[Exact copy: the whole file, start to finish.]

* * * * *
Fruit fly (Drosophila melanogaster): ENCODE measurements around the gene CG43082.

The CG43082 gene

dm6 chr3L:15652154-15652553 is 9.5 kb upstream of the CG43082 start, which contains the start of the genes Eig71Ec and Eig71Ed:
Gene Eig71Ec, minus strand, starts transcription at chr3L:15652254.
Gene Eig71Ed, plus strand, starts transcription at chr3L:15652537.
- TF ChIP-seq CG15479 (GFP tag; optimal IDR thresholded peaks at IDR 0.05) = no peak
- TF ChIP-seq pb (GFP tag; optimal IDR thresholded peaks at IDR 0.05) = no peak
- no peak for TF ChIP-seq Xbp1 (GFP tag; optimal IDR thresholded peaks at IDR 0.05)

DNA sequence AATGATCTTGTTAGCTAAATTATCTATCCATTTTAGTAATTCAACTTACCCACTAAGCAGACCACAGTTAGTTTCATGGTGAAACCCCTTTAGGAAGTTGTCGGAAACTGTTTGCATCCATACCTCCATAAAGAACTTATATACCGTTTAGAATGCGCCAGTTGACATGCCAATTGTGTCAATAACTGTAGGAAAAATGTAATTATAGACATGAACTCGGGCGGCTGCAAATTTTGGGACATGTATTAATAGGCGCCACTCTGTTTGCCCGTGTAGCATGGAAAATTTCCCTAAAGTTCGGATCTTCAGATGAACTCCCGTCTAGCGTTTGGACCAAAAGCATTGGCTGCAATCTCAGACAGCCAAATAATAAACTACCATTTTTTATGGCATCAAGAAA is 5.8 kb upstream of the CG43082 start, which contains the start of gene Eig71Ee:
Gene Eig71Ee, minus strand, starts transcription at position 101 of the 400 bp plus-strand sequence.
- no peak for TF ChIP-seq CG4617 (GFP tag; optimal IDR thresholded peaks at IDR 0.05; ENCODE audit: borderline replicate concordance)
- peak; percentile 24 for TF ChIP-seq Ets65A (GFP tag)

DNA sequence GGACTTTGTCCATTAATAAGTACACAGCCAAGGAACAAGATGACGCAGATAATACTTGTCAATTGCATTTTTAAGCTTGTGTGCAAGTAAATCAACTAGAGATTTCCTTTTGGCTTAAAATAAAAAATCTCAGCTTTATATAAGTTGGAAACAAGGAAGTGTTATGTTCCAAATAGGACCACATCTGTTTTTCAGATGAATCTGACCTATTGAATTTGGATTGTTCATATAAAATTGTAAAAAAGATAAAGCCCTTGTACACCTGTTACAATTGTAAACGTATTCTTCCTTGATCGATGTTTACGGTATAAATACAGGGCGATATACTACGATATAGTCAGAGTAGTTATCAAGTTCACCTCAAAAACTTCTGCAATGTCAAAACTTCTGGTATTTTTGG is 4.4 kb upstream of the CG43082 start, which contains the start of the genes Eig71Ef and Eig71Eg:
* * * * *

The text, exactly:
Fruit fly (Drosophila melanogaster): ENCODE measurements around the gene CG43082.

The CG43082 gene

dm6 chr3L:15652154-15652553 is 9.5 kb upstream of the CG43082 start, which contains the start of the genes Eig71Ec and Eig71Ed:
Gene Eig71Ec, minus strand, starts transcription at chr3L:15652254.
Gene Eig71Ed, plus strand, starts transcription at chr3L:15652537.
- TF ChIP-seq CG15479 (GFP tag; optimal IDR thresholded peaks at IDR 0.05) = no peak
- TF ChIP-seq pb (GFP tag; optimal IDR thresholded peaks at IDR 0.05) = no peak
- no peak for TF ChIP-seq Xbp1 (GFP tag; optimal IDR thresholded peaks at IDR 0.05)

DNA sequence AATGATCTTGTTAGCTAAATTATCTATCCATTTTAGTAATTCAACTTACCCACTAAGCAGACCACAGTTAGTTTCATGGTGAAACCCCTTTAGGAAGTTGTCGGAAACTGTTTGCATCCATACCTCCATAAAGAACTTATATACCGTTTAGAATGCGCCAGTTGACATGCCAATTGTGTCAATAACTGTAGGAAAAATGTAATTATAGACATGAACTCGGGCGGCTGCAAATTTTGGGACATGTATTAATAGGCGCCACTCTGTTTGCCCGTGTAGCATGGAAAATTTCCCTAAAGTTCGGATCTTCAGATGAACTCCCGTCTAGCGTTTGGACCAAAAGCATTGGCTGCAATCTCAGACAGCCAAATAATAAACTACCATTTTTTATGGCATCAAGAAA is 5.8 kb upstream of the CG43082 start, which contains the start of gene Eig71Ee:
Gene Eig71Ee, minus strand, starts transcription at position 101 of the 400 bp plus-strand sequence.
- no peak for TF ChIP-seq CG4617 (GFP tag; optimal IDR thresholded peaks at IDR 0.05; ENCODE audit: borderline replicate concordance)
- peak; percentile 24 for TF ChIP-seq Ets65A (GFP tag)

DNA sequence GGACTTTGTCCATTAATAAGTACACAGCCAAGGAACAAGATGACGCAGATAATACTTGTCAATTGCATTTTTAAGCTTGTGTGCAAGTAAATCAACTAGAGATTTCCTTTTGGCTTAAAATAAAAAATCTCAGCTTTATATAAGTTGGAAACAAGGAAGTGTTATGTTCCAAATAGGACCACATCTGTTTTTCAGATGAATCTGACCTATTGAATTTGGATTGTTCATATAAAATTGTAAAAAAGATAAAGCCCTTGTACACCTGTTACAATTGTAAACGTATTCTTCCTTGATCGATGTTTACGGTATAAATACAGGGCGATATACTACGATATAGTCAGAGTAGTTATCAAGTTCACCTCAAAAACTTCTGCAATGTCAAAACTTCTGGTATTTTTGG is 4.4 kb upstream of the CG43082 start, which contains the start of the genes Eig71Ef and Eig71Eg: